Dear all, I am sorry for the long absense, I'll try to make it up to you in coming weeks and months with new content. Please also remember that I am really dependant on you for ideas and suggestions so if you've come across interesting stories or links, please do not hesitate to drop me a line or comment here.
Today I wanted to share with you a short story that, to some degree, influenced my interest in lady-to-maid and downgrade fiction. Apologies to early readers of my newsletter as I’ve already shared it with them, but I think it’s worth posting it to the blog as well. It’s a bit different and some of you might say “huh?” after you read it, but, I think you will notice some themes there that I’ve used in Her Most Remarkable Performance. The story is by Arkady Averchenko, a Russian turn-of-the-century playwright and satirist, whose skyrocketing career was cut short by the 1917 Bolshevik Revolution, which forced him to flee the country. I don’t believe his work has ever been translated into English (at least not this story) so the translation of this short piece from 1922 is by yours truly. Huge thanks go to Robyn Hoode, who did an excellent job editing.
Russian Art takes place in Constantinople, which in the early 1920s was a major destination for Russian refugees (Averchenko himself being one of them) following the final defeat of the Whites in late 1920. The city was overrun with former aristocrats, military officers, government officials, politicians, journalists, and other unlucky souls that bet on the wrong horse during the Civil War. Needless to say, the vast majority of these people were struggling financially and often had to do the jobs that were well beneath them - as doormen, cleaners, shop attendants, guards, maids, cabmen etc. Some of you might be familiar with Anatole Litvak’s famous 1937 comedy Tovarich about two Russian aristocrats working as a maid and a butler under false identities in France (see photo). So, at least some Edwardian beauties had to go through a scary real-life lady-to-maid scenario.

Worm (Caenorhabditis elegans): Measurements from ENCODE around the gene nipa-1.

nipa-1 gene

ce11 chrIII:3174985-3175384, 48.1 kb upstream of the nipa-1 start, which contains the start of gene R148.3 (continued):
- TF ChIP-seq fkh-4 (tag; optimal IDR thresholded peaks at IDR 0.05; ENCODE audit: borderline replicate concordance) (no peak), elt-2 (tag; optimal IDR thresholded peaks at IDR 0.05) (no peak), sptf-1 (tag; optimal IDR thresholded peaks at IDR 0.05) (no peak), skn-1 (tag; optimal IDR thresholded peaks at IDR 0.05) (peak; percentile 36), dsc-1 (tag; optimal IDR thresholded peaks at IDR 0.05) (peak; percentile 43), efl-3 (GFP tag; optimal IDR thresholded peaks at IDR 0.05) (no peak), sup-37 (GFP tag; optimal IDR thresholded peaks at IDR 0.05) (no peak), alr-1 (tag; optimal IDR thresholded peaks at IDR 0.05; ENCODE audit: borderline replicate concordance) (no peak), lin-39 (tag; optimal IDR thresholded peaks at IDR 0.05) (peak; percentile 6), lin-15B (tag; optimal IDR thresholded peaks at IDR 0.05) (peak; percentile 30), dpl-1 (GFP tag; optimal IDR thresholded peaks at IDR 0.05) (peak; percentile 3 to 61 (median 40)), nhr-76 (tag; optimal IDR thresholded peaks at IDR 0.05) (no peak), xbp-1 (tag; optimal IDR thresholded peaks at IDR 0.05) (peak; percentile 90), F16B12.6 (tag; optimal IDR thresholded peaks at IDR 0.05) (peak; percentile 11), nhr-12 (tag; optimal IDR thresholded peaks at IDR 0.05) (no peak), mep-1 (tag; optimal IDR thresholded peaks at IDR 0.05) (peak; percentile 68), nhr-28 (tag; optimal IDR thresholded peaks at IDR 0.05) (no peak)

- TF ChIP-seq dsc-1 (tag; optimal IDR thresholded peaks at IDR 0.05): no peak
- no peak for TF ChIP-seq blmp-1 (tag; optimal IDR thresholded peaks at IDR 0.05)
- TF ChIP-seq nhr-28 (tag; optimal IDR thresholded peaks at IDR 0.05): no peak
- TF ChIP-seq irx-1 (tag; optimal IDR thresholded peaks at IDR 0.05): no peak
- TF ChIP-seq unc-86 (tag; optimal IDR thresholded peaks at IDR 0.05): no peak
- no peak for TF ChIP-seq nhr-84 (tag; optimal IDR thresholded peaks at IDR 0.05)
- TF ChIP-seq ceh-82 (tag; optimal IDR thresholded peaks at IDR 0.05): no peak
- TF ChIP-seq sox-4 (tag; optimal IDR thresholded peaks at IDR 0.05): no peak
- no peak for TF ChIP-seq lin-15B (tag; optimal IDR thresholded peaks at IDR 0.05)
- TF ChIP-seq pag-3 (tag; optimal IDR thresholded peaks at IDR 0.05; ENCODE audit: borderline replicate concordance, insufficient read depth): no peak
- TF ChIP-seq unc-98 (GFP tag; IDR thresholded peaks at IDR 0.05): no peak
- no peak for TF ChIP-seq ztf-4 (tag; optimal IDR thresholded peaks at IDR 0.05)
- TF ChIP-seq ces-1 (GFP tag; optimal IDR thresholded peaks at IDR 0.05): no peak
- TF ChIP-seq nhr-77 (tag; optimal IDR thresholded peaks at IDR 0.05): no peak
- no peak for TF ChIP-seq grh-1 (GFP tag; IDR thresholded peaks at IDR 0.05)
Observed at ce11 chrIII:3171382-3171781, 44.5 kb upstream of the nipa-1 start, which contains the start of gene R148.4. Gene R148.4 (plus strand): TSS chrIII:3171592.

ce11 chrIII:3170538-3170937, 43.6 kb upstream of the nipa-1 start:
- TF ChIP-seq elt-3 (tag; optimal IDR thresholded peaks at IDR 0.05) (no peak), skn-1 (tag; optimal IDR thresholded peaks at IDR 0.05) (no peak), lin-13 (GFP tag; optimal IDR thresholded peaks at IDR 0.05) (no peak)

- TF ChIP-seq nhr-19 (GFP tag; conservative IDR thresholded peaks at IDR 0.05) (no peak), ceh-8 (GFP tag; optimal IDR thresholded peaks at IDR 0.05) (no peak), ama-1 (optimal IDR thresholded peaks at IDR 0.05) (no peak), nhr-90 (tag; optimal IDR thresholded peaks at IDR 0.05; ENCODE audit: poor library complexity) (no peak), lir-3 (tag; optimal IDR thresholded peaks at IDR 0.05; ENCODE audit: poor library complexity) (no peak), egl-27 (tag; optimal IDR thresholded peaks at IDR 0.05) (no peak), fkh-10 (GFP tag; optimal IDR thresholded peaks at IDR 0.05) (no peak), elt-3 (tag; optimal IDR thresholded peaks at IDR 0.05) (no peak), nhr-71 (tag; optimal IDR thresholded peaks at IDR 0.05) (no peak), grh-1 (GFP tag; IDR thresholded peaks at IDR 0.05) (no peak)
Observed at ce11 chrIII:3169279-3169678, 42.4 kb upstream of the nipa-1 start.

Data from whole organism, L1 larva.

"Is it really, you?"
"It really is"
“I can hardly believe my own eyes.”
“It would be a crime not to believe eyes as beautiful as yours.”
One has to be a man of highest society and utmost elegance to pay compliments like this during an afternoon in Pera, as hundreds of people are rushing past, constantly bumping into your sides and back. ... and this is what I am indeed.
The owner of the beautiful eyes, a renowned dramatic actress from Saint Petersburg, was standing before me, her lively, sly, expressive face changing constantly from surprise to pleasure to delight to confusion and back again as I watched.
“Listen, The Simple-Minded. I really would like to see you. You are like my good old and dear Saint Petersburg come back to me. Come for a cup of tea.”
“And where do you live?”
In any other city in the world this simple question would have elicited an equally simple response: street so-and-so, house number so-and-so but not here, not in our little town of Constantinople.
The actress’s facial expression changed to one of unparalleled perplexity.
“Where do I live? Let me see. It’s either Sasli-Basli or Biyuk-Temryuk. Or, it could also be Qazanli-Bazanli. Just give me a pencil and a piece of paper and I’ll draw it for you.”
To a certain degree one can now understand how the dense, shoving crowds of Pera came about. These are all Russians standing in front of one another, trying to explain where they live for half an hour: is it Sasli-Basli or Babadjan-Osmandi?
It is usually a pencil and a piece of paper that come to the rescue and the starting point is always The Tokatliyan. This is the jumping off place for any refugee.
One would draw two parallel lines. This is Pera. And then a small square - The Tokatliyan. And then…
“Here you are,’’ the actress showed me, drawing something on the piece of paper. “This is The Tokatliyan. From this thingy you turn to the left, then you turn behind this thingy, and the second house is the one where I live. Number Twenty-Two. Third Floor, apartment of Baron K.”
I reverently put this strange document inside my wallet and took my leave.
The following evening, just as I was getting ready to visit the actress, a friend stopped by.
“Where are you headed?”
“Where? It’s straight ahead from The Tokatliyan, then turn into this thingy, then into another one. Apartment of Baron K.”